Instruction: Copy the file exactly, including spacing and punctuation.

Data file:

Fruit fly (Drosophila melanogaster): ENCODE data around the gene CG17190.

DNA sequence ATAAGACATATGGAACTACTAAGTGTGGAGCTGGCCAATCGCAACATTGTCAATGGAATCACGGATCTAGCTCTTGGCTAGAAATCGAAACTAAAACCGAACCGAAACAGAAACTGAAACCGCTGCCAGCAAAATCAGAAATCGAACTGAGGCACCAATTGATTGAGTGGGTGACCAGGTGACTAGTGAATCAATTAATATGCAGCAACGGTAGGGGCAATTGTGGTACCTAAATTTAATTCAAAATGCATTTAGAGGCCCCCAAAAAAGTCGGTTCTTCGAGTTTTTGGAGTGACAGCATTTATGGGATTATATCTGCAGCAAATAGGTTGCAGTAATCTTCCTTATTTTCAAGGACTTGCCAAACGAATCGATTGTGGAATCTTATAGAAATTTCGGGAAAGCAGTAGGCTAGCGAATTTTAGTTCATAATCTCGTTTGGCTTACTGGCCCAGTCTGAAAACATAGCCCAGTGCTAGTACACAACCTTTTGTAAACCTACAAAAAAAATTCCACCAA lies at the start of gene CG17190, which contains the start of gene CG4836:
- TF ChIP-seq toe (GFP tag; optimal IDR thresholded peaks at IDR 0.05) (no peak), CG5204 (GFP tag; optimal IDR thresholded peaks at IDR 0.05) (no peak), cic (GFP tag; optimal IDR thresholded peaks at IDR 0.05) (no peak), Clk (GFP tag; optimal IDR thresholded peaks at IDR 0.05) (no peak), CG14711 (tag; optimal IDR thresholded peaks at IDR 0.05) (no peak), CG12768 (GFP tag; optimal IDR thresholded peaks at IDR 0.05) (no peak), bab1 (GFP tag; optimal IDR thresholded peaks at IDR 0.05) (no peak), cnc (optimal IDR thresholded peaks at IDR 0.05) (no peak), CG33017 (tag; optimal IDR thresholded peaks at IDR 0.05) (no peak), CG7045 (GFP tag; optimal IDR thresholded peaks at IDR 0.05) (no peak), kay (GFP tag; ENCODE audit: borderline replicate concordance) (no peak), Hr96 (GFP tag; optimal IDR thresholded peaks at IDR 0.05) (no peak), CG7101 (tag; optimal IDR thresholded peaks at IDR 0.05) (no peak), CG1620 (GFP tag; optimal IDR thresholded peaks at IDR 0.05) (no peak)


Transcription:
Fruit fly (Drosophila melanogaster): ENCODE data around the gene CG17190.

DNA sequence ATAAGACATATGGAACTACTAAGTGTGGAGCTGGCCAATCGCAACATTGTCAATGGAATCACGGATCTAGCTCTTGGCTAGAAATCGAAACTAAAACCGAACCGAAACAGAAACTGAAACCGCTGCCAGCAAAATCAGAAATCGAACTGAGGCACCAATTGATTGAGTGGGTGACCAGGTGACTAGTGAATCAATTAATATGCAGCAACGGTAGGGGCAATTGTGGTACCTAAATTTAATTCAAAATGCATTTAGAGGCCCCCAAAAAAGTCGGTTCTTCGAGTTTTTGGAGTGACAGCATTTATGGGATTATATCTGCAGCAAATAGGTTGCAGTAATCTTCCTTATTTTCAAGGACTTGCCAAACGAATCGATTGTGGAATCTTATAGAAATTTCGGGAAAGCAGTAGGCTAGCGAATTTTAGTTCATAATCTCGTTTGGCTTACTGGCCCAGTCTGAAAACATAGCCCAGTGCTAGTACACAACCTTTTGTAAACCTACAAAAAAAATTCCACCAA lies at the start of gene CG17190, which contains the start of gene CG4836:
- TF ChIP-seq toe (GFP tag; optimal IDR thresholded peaks at IDR 0.05) (no peak), CG5204 (GFP tag; optimal IDR thresholded peaks at IDR 0.05) (no peak), cic (GFP tag; optimal IDR thresholded peaks at IDR 0.05) (no peak), Clk (GFP tag; optimal IDR thresholded peaks at IDR 0.05) (no peak), CG14711 (tag; optimal IDR thresholded peaks at IDR 0.05) (no peak), CG12768 (GFP tag; optimal IDR thresholded peaks at IDR 0.05) (no peak), bab1 (GFP tag; optimal IDR thresholded peaks at IDR 0.05) (no peak), cnc (optimal IDR thresholded peaks at IDR 0.05) (no peak), CG33017 (tag; optimal IDR thresholded peaks at IDR 0.05) (no peak), CG7045 (GFP tag; optimal IDR thresholded peaks at IDR 0.05) (no peak), kay (GFP tag; ENCODE audit: borderline replicate concordance) (no peak), Hr96 (GFP tag; optimal IDR thresholded peaks at IDR 0.05) (no peak), CG7101 (tag; optimal IDR thresholded peaks at IDR 0.05) (no peak), CG1620 (GFP tag; optimal IDR thresholded peaks at IDR 0.05) (no peak)